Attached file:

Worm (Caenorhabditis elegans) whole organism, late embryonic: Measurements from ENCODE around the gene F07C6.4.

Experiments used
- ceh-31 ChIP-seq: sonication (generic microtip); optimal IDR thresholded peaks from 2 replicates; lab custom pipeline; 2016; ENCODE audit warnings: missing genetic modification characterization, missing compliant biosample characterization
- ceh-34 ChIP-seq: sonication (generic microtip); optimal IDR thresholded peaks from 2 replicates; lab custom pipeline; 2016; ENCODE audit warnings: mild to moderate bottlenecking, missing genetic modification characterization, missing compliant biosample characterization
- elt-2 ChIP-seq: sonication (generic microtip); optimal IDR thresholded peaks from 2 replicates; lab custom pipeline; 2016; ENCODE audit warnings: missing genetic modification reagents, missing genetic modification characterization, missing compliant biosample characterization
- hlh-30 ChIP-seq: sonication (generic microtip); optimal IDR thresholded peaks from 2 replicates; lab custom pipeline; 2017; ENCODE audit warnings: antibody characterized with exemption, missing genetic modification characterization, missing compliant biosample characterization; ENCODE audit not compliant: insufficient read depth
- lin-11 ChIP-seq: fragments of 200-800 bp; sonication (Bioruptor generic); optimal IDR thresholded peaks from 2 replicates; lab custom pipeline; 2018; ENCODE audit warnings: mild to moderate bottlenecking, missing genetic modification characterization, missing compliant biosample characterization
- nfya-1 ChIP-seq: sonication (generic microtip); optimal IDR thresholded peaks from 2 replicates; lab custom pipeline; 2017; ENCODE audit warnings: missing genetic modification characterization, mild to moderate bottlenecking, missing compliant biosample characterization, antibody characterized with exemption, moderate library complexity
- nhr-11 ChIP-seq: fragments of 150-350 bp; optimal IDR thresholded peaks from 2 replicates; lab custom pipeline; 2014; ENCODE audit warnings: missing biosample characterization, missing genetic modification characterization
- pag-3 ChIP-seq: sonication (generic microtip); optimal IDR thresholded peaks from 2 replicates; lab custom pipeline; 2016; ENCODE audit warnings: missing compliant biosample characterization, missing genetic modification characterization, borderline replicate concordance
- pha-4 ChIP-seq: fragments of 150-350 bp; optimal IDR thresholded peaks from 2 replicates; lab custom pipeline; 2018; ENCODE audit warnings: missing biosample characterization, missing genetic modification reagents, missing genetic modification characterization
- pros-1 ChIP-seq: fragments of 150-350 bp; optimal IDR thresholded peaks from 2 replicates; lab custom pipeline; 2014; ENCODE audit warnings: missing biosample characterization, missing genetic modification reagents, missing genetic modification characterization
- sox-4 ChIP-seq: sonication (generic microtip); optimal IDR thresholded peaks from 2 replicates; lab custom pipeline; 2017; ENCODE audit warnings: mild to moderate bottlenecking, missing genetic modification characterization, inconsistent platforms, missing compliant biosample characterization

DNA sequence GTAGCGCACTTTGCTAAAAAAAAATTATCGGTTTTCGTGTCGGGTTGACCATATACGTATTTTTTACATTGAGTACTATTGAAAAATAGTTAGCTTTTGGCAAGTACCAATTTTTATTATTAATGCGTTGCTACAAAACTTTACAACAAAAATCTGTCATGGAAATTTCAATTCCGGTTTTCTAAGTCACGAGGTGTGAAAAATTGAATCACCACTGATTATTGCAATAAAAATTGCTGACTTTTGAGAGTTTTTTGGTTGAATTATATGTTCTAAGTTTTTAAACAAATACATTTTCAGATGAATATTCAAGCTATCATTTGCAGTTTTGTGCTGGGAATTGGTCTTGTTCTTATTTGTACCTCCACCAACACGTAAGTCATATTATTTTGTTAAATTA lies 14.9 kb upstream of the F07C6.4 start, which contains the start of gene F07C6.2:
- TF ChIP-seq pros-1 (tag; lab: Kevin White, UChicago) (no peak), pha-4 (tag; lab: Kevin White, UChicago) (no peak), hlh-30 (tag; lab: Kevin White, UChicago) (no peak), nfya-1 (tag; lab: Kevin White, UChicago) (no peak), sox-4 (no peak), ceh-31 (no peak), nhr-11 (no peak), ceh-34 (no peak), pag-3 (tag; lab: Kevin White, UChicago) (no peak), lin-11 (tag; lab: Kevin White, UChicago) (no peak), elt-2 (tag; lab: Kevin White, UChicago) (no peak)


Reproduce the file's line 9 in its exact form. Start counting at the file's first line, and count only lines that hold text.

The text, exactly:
- nhr-11 ChIP-seq: fragments of 150-350 bp; optimal IDR thresholded peaks from 2 replicates; lab custom pipeline; 2014; ENCODE audit warnings: missing biosample characterization, missing genetic modification characterization